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Google Wants to Use the AI Security Add-On for Workspace to Recoup its AI Investment Costs

Large tech businesses are competing with one another to out-innovate one another in the generative AI boom by introducing new features and platforms that capitalize on the most popular tech trend in years. Wall Street is also curious about how all those AI programs will turn a profit.

As a result, companies like Amazon (AMZN), Microsoft (MSFT), Google (GOOG, GOOGL), and others are searching more and more for methods to make money off of their AI initiatives. One such example is the new premium generative AI service that Google unveiled this week at its annual Cloud Next developers conference: AI categorization for its Workspace productivity suite, which is intended to increase user security.

The AI categorization is an additional $10 per user per month for Google Workspace Business and Workspace Enterprise, which cost $20 and $30 per user per month, respectively.

Yulie Kwon Kim, vice president of product management at Google Workspace, claims that the function is made to automatically categorize critical documents inside businesses to stop them from being shared, duplicated, or exposed in any other way to the outside world.

Kim said, “We use this feature here at Google, and it helps us identify and classify 900 million internal files.” “So, this has boosted … our data protection capabilities, improving accuracy, dramatically increasing coverage, and saving team members a lot of time, and this solves a problem that every organization has out there.”

Kim also made sure to point out that Google’s Workspace hasn’t experienced any security hiccups, in contrast to rival Microsoft, which has been dealing with issues with its Exchange service, including one from 2023 that a recent Department of Homeland Security report attributed to a “cascade of security failures at the Windows maker.”

“One in three of the most exploited vulnerabilities in 2022 were in Microsoft Exchange, so that’s hitting a lot of businesses out there. And this number was zero for Google workspace,” the speaker stated.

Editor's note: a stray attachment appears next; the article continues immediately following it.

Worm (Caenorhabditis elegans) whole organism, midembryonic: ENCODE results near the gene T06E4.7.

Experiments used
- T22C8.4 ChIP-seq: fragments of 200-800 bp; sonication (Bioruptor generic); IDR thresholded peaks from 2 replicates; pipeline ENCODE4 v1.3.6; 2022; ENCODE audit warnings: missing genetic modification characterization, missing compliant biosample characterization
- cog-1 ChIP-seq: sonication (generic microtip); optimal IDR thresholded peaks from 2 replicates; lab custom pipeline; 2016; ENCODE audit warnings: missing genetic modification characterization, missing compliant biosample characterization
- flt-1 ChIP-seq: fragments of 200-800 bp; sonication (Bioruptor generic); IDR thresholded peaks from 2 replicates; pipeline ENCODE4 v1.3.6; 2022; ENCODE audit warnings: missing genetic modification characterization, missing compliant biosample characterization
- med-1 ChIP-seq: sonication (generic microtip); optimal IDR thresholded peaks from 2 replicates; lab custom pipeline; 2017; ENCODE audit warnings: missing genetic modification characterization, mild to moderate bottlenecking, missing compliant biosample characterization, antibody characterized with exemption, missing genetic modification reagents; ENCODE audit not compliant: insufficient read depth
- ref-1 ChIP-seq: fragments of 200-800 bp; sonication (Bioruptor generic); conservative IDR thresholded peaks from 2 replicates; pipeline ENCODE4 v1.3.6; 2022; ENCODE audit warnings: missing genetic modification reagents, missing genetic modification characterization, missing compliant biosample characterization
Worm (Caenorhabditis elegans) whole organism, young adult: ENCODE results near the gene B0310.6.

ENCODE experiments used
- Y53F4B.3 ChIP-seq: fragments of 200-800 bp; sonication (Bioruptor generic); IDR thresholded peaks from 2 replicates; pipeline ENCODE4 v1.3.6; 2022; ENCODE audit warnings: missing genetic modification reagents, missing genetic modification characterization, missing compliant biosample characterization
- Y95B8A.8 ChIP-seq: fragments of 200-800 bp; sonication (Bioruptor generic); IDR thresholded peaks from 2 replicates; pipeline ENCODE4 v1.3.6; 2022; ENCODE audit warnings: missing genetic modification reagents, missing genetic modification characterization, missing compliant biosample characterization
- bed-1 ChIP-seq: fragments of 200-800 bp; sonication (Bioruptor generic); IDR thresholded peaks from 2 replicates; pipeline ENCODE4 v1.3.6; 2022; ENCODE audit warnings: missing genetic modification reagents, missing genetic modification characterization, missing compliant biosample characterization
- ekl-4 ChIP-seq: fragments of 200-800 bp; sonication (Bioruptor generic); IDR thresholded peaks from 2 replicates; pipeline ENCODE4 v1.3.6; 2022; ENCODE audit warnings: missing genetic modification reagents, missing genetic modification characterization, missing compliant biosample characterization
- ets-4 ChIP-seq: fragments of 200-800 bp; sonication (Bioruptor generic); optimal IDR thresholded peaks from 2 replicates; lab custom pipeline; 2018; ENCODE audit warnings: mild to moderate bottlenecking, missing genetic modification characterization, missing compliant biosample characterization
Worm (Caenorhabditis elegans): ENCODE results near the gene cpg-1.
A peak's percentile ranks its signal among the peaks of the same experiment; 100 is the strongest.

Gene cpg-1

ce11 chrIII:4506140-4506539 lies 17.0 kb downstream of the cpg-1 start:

Google claims that in addition to its AI categorization add-on, it is reducing spam in Gmail by utilizing huge language models, which are the basis of contemporary generative AI platforms. In order to give itself time to implement the service on its own platform, the business delayed announcing it until its Next conference, which took place in late 2023. Kim called the product AI anti-threat security software.

“We block 20% more spam in Gmail [with the new tool]. We are able to review 1,000 times more user reported spam in Gmail every day,” according to Kim. “So that’s basically like adding 1,000 cyber defenders to our team.”

Kim claims that Google is attempting to fight fire with fire. Applications that use generative AI can be used to construct phishing emails, but they can also detect emails that were generated with the technology since they can identify the messages that were written with it.

Not just Google is making money off of its generative AI applications. Additionally, Microsoft is charging $30 a month for enterprise users to use its Copilot for Microsoft 365 platform. Additionally, it offers a number of Azure features driven by generative AI in addition to its Copilot for Security service.

Businesses will need to make sure that as they continue to release generative AI programs and services, they generate enormous profits in addition to covering their costs.

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